Winter 2012–2013

Jubrique ♥ Cabinet

The love affair continues

Jonathan Allen

Cabinet’s arriviste coat of arms finds itself next to Jubrique’s venerable shield. The Spanish text roughly translates as: “In gratitude to the art and culture magazine ‘Cabinet’ (New York), twinned with the municipality of Jubrique in the summer of 2011.”

In July 2011, during a visit to the Serranía de Ronda in the Malaga region of southern Spain, I had the good fortune to be conveyed by friends to the mountainside village of Júzcar. Each dwelling in this quiet Andalusian pueblo blanco had been recently re-painted “Smurf blue” as part of a colossal publicity stunt to promote a forthcoming Hollywood movie. Although Júzcar’s new affiliation led to the article “Pitufo Blues,” published in Cabinet no. 44, my writing desk was not to be found within this chromatically transformed locale. Rather, it was located in the nearby village of Jubrique.

Cabinet’s shield finds a permanent home in the Andalusian pueblo blanco of Jubrique. Photo Carolan Price.

Like the inhabitants of Júzcar, which benefited greatly from increased tourism following its makeover, Jubriqueños have been weathering Spain’s economic downturn pragmatically, drawing perhaps on the same guile that shaped resistance within the region during both its Napoleonic occupation and its Francoist era. When I met with Jubrique’s recently appointed socialist mayor, David Sanchez, and suggested a few ideas through which Cabinet and the village too might embark upon some form of alliance, his choice of engagement was an exemplar of paradiplomatic chivalry: the exchange of heraldic shields.

As regular readers of Cabinet may know, the magazine’s coat of arms refers to the fox and hedgehog of Isaiah Berlin’s celebrated essay on Tolstoy, in which the former reflects on the intellectual habits and literary output of various philosophers: foxes know a little about lots of things (they are generalists, such as Aristotle, Shakespeare, and Joyce) while hedgehogs know a lot about one thing (they are specialists, such as Plato, Hegel, and Proust). The motifs that comprise Jubrique’s shield draw together agrarian and classical iconography by juxtaposing the region’s agricultural produce—olive oil, aguardiente (an alcoholic drink that translates as “firewater”), and chestnuts—with the formidable Pillars of Hercules, the rocky peninsulas at the mouth of the Mediterranean Sea believed by cartographers of antiquity to denote the edge of the world.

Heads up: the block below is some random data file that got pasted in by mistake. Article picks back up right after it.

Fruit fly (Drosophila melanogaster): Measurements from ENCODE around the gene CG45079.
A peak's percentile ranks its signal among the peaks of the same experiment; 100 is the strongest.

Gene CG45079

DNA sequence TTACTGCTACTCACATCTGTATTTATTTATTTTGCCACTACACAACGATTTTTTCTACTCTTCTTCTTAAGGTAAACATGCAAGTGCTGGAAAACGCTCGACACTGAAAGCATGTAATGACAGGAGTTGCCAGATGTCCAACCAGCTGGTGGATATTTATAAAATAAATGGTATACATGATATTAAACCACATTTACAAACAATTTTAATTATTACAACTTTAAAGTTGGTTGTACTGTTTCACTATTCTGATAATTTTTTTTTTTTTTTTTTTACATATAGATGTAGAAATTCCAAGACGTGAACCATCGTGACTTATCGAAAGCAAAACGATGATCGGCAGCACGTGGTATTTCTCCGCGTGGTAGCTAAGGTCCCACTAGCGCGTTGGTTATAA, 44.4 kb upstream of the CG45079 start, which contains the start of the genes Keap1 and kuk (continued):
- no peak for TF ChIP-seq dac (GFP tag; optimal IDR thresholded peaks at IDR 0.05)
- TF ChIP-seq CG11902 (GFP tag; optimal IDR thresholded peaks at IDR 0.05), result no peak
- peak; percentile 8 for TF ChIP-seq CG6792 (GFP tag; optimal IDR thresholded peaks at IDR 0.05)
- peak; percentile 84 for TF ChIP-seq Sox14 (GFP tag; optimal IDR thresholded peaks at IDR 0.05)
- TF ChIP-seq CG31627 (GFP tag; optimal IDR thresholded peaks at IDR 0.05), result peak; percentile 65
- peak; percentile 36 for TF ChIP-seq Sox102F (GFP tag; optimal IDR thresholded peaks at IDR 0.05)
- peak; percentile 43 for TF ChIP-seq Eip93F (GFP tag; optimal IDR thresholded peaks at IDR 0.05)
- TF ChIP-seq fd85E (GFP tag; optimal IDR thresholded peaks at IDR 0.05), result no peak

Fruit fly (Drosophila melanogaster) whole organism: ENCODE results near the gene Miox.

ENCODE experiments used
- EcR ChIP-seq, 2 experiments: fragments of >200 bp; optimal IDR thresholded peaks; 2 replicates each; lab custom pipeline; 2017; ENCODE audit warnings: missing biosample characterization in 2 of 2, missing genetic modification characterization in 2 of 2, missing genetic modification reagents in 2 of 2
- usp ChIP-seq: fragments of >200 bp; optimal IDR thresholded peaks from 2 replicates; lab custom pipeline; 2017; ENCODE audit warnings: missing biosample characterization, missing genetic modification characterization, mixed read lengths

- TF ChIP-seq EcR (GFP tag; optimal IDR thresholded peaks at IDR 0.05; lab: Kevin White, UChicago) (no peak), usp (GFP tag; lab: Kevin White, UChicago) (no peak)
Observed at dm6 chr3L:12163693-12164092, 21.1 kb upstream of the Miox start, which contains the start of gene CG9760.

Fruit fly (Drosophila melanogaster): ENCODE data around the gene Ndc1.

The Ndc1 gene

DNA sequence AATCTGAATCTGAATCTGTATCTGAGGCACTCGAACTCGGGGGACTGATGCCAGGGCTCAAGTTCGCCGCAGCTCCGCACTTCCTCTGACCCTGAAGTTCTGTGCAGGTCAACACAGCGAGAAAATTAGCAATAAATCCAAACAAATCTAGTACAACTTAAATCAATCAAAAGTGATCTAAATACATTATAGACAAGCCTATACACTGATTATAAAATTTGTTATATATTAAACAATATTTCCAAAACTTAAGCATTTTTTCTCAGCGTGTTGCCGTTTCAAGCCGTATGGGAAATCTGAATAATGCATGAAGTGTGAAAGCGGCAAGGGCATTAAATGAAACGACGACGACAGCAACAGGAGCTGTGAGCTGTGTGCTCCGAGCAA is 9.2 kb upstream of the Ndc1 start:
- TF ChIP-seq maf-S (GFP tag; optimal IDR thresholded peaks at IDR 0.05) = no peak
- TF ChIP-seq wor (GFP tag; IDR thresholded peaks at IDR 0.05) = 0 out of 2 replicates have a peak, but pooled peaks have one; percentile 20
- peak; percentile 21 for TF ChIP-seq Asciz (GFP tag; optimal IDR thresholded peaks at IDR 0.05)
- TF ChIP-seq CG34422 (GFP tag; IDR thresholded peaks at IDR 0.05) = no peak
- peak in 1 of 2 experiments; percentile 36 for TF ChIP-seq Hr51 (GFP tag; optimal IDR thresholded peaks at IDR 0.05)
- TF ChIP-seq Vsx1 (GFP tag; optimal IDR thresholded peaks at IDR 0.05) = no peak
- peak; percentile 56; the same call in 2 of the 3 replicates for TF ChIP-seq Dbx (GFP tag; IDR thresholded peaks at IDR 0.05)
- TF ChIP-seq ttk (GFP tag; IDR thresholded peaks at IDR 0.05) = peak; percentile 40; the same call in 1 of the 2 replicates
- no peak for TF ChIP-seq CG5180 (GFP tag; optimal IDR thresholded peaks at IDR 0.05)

Following a period of mutual blazoning in Brooklyn and Andalusia, respective shields were hoisted and carried aloft on an assigned day through the streets of New York and Jubrique (also see Cabinet no. 44). The fox depicted on Cabinet’s shield provoked particular interest from Jubriqueños due to a fabled encounter between the village’s patron saint, Francis of Assisi, and another member of the Canidae family. According to the Fioretti di San Francesco, Saint Francis tamed the hostile “wolf of Gubbio” using his well-known conversational skills. It is not clear if the saint ever encountered a hedgehog.

Jubrique’s patron saint, Francis of Assisi, contemplates Cabinet’s fox and hedgehog during the 2012 annual religious procession. Photo Carolan Price.

Like the carefree expressions of affection betwixt new lovers, gift exchanges can turn out to be little more than fragile markers of fugitive desire. And so I was moved to learn earlier this year of David’s intention to commemorate the events of the summer of 2011 with a permanent ceramic plaque in the center of Jubrique. During a period of deepening economic austerity, this expression of ongoing solidarity is especially poignant, and was made possible also through the generosity of the matriarch of the Sanchez family, whose house provided a suitable wall location adjacent to a square flanked on one side by a natural spring and on the other by one of the village’s finest drinking establishments, La Parra.

The ceramic tiles shown on these pages were created by Maria Guillén and expertly installed by José Ruiz Ruiz and Juan José Ruiz Huertas. The editors of Cabinet join me in my heartfelt thanks to David Sanchez and his family for this sustained gesture of international affiliation.

Maria Guillén’s ceramic tiles await installation. Photo Aisling Hedgecock.
José Ruiz Ruiz trowels up. Photo Aisling Hedgecock.
Jubrique’s mayor David Sanchez (right) and deputy mayor Paco Jesus inaugurate the ceramic plaque. Courtesy Ayuntamiento de Jubrique.

Jonathan Allen is a visual artist and writer, and currently a researcher in the Hall of Records at the Centre for Useless Splendour, Kingston University, London. For more information, see

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